Author: Don Obrien

Weak Jobs, But Stocks Higher With Debt Crisis Avoided

It was a wild week in the stock market last week, as daily stock market swings kept investors confused and on their toes. The muted reaction to Friday’s weak jobs report helped maintain the weekly gains. It was likely the vote to postpone the debt ceiling deadline that helped reduce the selling, as the 1.3% drop in the S&P 500 on Monday got the markets as well as some politician’s attention.

When you consider that the S&P 500 was down almost 100 points before lunch on Monday, the weekly gain of 0.8% was better than most had hoped for early in the week. The Dow Jones Transportation Average led the way, gaining 2.7% followed by a 1.2% gain in the Dow Jones Industrial Average.

It is still a split market, as the Nasdaq 100

was only up 0.2%, while the iShares Russell 2000 was down 0.3% for the week. Those in the energy stocks or ETFs were the biggest winners, as the Energy Sector Select (XLE)

was up over 5%, while the Real Estate Sector (XLRE)

was down 0.70% for the week.

Since August the nervousness of global money managers has supported my expectations of a market correction. There had been signs since July that most stocks were moving lower, not higher.

The NYSE Composite formed higher highs in early September, but the NYSE All Advance/Decline Line did not make a new high, diverging from prices (line c). This A/D line includes not only stocks but bond funds, ADRs, etc. It was more revealing that the NYSE Stocks Only A/D line had diverged more sharply from prices (line d). This was even a stronger indication that most stocks were moving down, not up.

Both A/D lines closed slightly above their exponential moving averages (EMA) and are trading well above the September 20 lows. These slight positive divergences could be a sign that the market is now closer to bottoming. In order to confirm that a bottom is in place, the A/D lines need to move above their recent highs and key resistance levels. Last week there were 1735 issues on the NYSE advancing and 1754 declining. 

The Invesco QQQ Trust (QQQ)

 had been leading the overall market higher all summer until it peaked on September 7 at $382.78. At Monday’s low of $350.32, which tested the uptrend (line a), it had dropped 8.5% from the high. The rebound last week took the QQQ back to its declining EMA and the monthly pivot at $365.95. This is typical of a rebound within a downtrend and suggests that the correction is not over yet. 

The Nasdaq 100 Advance/Decline line had violated support (line c) in September, which was a sign that a correction was underway. The A/D line rallied last week back towards the key resistance (line b). A strong move above this downtrend will be a strong sign that that the worst of the selling is over. The On Balance Volume (OBV) is also still negative, as it shows a pattern of lower highs (line d). It closed back below its weighted moving average (WMA) on Friday, so the volume should be watched closely on a further decline.

The stock market was supported last week by the energy stocks. One that turned up on my weekend scan was Phillips 66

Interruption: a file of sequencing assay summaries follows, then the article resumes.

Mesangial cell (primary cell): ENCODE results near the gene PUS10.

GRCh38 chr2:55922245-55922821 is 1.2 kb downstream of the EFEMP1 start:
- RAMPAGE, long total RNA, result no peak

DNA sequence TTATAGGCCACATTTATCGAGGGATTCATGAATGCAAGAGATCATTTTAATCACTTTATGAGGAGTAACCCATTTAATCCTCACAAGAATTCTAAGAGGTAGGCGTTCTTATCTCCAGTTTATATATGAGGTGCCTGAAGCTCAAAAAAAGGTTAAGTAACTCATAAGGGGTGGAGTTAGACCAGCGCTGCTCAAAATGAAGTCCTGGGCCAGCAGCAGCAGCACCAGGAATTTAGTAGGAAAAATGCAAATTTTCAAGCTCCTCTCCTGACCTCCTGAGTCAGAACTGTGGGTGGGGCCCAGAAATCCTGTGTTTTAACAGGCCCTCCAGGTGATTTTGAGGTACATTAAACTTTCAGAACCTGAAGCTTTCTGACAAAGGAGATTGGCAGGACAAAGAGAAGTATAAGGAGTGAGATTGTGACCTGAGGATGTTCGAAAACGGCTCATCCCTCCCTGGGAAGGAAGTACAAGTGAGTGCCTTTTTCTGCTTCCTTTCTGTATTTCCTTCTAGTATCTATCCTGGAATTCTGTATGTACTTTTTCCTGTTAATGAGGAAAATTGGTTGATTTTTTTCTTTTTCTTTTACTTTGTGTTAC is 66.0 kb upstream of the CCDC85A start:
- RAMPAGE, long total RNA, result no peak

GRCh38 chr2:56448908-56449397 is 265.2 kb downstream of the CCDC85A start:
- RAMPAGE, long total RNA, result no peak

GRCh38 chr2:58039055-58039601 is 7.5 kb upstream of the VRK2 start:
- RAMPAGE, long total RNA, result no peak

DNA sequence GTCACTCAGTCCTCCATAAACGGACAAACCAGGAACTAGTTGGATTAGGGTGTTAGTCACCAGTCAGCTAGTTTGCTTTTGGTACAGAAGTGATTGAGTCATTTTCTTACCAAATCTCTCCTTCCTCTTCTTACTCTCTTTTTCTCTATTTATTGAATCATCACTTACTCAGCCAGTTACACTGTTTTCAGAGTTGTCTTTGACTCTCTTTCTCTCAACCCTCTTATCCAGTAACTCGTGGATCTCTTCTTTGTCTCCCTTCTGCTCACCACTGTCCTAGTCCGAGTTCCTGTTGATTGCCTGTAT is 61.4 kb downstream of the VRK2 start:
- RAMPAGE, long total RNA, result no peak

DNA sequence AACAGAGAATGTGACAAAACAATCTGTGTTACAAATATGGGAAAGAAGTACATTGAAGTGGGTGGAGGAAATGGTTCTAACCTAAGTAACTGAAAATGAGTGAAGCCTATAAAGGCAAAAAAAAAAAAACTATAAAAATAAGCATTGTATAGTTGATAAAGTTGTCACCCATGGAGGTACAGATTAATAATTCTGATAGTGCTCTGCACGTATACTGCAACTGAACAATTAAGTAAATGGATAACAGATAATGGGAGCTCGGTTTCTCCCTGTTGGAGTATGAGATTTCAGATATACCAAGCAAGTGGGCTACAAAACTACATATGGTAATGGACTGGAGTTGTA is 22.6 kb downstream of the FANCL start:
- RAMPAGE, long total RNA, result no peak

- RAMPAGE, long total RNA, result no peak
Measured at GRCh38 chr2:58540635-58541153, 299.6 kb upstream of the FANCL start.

(PSW), which was up over 13% for the week. It closed at $82.13, which was above the 61.8% Fibonacci resistance level from the June high. This chart from last Friday, October 1 shows that the daily relative performance (RS) had completed its bottom formation on September 27, as the resistance (line a) was overcome. The OBV shows a similar positive formation as it had overcome its downtrend (line b) a few days earlier. PSX closed the week above its starc+ band.

The bullishness for crude oil and energy stocks is starting to get too high, which increases the odds of a sharp correction in the coming weeks. From the low of $61.50 on August 20, crude has had quite a rally. The October R1 pivot resistance at $78.83 was reached last week with the daily starc+ band at $82.47. The Friday close was 4.3% above the 20-day EMA at $75.05, with further support at $73.73 (line a). The monthly pivot is at $72.87.

The open interest peaked eight days ago (point b) and has declined 100,000 contracts, suggesting that some of the recent strength is likely due to short covering. There has not yet been any dramatic increase in the open interest for the December contract. 

The Herrick Payoff Index uses volume, open interest and price to determine positive money flow and has been above the zero line since September 2 (point c). It still shows a positive trend, as does the OBV (line d).

In late August I encouraged investors and traders to learn more above market corrections and commented that “professional managers and individual investors are likely to turn more negative before the correction is completed”. This process is now occurring. From the American Association of Individual Investors, the Bullish % has dropped from 43.4% on 9/1 to 25.5% last week. 

The expectations of strong corporate earnings have encouraged investors all year, but the start of earnings season this week may further reduce the bullish sentiment of investors. In a Friday report, Factset warned that a high percentage of S&P 500 companies have commented on the negative impact of supply chain factors on their earnings.

In my view, we are getting closer to the good buying opportunity that I have been expecting. When the correction is over I would expect only some stocks and ETFs to lead the market higher, so be sure to look at the technical studies to determine which stocks and ETFs are leading before establishing new long positions.

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Oliver Bolt

Oliver Bolt

On Key

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